My Holistic Lifestyle: Part 1
When I made that decision five years ago to treat my endometriosis in a holistic and natural way, I didn’t really know where to start. But I knew what I was starting with – my body was tired, my mind ruined, my spirit broken. I sought the wisdom of family, friends, online resources, books and teachers, and I did my research – I then moved towards those changes that appealed to me most, so that my journey felt natural and unforced.
In this two-part series, I will walk you through the main holistic lifestyle changes I made to help me manage endometriosis...
I practiced yoga
Again, like meditation, I’ve always dabbled with yoga since a teenager, but I was never really committed. I’d done courses and classes, but would always fall out of step with it. Whilst I didn’t practice yoga much in the early days of treating my endometriosis, once I returned to the UK, I took up a practice again as and when I had energy. I found that was particularly useful during my period, at the times when my pain was at its worse. The movements seemed to massage my organs and the stretching session somehow distracted me from the pain.
Over the years, I’ve made my practice not just about the pain, but about maintaining a feeling of wellbeing. Yoga reduces my stress levels, brings me back to myself, clears my endo brain fog, and reminds me of how wonderful my body can be and feel (though I still can’t get my legs to straighten!) – this has an overall positive affect as reducing stress helps keeps my symptoms down, and feeling better about my body ultimately helps me feel better about living with endometriosis.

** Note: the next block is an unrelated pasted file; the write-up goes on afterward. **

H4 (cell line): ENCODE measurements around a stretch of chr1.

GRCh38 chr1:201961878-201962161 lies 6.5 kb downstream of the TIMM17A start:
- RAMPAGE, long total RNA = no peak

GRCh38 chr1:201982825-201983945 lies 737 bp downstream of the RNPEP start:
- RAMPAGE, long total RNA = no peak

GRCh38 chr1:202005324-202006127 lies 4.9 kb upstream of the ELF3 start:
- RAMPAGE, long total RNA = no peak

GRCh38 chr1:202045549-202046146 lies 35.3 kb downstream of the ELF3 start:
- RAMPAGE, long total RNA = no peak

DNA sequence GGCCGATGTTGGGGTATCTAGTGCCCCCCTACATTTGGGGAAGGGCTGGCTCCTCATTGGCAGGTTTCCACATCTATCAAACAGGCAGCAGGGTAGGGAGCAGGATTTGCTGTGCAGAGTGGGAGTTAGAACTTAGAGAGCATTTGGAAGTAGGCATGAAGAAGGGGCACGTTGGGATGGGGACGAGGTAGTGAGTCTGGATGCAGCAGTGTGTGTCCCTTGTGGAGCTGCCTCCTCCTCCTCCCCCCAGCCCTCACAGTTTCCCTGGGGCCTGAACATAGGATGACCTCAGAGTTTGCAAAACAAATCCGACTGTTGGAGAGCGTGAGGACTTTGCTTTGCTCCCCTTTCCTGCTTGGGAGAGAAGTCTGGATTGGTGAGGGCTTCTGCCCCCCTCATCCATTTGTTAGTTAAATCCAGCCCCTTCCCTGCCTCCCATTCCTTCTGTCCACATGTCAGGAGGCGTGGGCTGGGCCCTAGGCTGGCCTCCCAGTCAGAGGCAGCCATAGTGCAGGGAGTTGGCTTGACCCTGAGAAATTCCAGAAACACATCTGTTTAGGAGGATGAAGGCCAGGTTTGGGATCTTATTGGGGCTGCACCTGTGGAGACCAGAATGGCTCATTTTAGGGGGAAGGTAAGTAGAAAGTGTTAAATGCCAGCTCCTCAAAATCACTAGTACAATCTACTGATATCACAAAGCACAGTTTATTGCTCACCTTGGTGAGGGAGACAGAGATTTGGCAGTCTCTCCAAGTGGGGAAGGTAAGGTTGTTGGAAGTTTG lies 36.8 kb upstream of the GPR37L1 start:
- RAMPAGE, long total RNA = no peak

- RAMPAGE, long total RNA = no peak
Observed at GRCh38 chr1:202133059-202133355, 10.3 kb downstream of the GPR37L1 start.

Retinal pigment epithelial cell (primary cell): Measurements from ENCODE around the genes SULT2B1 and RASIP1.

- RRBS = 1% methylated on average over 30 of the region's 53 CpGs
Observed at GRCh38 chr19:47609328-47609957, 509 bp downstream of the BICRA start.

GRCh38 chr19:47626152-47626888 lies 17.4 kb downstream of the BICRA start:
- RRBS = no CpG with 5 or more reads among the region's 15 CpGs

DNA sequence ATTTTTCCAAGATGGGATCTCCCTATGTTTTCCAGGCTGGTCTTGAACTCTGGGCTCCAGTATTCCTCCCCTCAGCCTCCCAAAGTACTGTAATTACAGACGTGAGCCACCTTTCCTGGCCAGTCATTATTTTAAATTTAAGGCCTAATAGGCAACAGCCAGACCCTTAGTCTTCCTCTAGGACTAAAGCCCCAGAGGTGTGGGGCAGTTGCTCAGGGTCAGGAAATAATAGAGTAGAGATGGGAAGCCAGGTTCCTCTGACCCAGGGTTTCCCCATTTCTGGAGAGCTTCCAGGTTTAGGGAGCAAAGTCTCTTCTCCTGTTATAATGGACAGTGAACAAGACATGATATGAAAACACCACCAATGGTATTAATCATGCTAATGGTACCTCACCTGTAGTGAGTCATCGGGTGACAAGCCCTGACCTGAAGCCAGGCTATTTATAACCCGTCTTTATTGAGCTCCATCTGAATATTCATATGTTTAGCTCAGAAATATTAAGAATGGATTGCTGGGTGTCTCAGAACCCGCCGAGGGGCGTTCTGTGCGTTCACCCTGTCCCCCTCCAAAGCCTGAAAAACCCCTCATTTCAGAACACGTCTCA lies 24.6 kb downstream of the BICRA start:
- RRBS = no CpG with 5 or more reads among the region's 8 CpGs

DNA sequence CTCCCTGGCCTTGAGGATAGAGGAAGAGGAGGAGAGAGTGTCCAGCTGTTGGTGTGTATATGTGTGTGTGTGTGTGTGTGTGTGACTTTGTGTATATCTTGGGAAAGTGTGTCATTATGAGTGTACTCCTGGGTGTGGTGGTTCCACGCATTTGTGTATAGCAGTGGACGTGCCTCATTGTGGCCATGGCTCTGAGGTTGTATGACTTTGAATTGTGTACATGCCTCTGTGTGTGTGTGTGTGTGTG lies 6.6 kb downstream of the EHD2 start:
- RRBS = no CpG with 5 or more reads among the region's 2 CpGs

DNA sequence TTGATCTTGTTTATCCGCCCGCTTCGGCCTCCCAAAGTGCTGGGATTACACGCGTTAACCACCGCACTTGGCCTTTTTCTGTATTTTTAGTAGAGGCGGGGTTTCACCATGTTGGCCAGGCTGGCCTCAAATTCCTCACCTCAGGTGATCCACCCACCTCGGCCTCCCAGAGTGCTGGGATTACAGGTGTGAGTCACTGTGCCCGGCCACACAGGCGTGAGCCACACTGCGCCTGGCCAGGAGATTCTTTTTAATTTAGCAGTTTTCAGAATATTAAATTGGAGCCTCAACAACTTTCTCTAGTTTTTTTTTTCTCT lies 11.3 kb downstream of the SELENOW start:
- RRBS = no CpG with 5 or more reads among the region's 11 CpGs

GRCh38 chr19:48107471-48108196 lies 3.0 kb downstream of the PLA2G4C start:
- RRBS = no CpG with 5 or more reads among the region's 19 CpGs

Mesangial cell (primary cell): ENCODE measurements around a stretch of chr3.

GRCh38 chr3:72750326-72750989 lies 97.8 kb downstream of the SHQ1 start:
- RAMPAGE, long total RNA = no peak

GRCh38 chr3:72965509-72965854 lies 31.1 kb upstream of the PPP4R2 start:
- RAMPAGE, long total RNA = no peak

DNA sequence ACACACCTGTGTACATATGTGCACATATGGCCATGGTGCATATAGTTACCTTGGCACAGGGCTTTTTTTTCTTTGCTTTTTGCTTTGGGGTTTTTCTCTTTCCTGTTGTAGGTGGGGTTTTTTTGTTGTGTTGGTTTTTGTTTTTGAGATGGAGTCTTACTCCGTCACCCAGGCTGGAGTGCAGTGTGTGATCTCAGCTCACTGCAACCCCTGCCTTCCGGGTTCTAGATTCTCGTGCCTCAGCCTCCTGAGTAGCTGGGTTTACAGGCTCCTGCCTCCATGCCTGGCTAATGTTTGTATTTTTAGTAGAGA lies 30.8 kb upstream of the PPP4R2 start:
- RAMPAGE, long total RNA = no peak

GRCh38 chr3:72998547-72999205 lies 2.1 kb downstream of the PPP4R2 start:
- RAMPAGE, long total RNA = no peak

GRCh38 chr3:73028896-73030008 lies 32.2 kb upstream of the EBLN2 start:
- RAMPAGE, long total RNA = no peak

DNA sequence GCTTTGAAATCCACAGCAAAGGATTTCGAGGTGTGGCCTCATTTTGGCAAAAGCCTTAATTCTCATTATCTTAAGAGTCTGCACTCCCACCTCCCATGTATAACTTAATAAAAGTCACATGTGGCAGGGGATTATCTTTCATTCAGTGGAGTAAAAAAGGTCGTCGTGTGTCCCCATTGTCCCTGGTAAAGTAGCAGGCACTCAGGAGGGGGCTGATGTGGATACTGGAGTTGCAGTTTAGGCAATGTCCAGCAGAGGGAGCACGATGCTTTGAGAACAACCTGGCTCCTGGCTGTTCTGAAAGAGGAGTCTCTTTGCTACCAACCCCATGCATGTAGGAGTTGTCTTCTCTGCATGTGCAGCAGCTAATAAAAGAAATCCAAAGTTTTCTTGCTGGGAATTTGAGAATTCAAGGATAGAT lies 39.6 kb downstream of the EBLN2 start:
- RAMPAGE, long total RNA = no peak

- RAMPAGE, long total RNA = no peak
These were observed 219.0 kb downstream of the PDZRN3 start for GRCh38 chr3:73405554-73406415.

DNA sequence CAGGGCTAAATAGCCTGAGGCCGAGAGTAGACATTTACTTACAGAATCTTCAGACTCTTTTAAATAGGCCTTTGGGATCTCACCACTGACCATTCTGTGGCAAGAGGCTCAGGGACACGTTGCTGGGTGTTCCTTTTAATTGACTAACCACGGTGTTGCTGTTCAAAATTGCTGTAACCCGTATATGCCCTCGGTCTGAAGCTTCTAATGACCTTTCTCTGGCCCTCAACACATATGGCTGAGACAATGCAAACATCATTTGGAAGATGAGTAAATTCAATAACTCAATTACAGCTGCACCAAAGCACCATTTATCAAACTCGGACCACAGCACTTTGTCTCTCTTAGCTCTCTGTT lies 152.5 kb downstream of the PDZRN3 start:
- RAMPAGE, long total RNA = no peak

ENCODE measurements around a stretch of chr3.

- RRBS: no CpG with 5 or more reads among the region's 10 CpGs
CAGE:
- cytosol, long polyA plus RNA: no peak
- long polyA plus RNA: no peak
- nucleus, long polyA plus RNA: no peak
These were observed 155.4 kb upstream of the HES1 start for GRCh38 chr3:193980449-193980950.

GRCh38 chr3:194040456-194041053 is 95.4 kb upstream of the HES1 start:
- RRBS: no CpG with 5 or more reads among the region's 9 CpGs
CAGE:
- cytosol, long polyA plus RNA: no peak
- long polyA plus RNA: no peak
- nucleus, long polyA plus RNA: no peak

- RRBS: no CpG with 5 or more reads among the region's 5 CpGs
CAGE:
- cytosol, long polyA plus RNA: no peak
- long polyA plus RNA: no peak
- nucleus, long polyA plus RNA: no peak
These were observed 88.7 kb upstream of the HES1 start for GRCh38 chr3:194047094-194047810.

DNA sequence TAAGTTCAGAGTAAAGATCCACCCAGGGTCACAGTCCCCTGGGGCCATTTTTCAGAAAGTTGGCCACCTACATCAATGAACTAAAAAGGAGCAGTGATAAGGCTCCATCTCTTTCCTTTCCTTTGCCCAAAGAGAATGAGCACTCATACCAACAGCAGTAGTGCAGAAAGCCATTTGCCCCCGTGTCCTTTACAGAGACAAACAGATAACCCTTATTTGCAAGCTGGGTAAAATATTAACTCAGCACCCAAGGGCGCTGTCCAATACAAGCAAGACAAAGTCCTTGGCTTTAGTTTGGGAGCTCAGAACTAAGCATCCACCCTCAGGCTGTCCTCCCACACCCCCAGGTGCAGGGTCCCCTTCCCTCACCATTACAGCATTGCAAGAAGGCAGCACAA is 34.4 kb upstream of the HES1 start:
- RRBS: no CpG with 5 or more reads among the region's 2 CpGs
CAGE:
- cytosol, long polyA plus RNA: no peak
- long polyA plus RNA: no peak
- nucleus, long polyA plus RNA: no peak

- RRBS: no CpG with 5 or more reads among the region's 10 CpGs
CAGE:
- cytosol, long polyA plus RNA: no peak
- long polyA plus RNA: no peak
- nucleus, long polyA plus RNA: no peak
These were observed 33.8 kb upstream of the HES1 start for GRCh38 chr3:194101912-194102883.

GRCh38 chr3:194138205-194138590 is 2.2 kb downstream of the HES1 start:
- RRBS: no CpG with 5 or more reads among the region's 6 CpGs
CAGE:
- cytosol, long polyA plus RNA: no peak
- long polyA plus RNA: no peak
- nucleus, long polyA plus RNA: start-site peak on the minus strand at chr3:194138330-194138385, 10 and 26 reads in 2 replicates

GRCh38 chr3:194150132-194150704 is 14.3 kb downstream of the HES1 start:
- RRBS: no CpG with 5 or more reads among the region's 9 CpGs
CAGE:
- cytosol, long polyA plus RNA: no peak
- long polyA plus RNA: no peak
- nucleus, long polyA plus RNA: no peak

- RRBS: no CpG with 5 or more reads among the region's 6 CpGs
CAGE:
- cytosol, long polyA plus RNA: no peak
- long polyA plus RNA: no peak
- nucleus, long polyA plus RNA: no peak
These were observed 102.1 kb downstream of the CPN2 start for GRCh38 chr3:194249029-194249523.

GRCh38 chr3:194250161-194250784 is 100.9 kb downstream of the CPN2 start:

I loved myself
I’ve had a very broken relationship with my body since a young age. I grew up punishing myself, hating my body, and not even liking my own personality. Once endometriosis came along, it was just another reason to detest the body I was in. Though as I began to nourish myself through food for endometriosis, my perspective began to shift. I’d spent most of my life either starving my body or stuffing it with sugar and caffeine, or throwing insults its way. How could I expect my endometriosis symptoms to improve if I wasn’t treating my physical body well – and how did I expect myself to heal if I constantly directed hate towards myself?
I set out to change my relationship with myself. First, I began loving my body through food, then with gentle exercise, then with kind words, and finally through a deep soul connection. I read books by people who had been on similar journeys such as You Can Heal Your Life by Louise Hay and Wild by Cheryl Strayed. I started meditating on self-love and attending workshops to help me practice self-kindness. It took time, it still takes time, but it’s changed everything.
Coming soon... Part 2: Mindfulness, spirituality, changing careers, and therapy.
Have you ever experienced one or more of these side effects from your hormone therapy?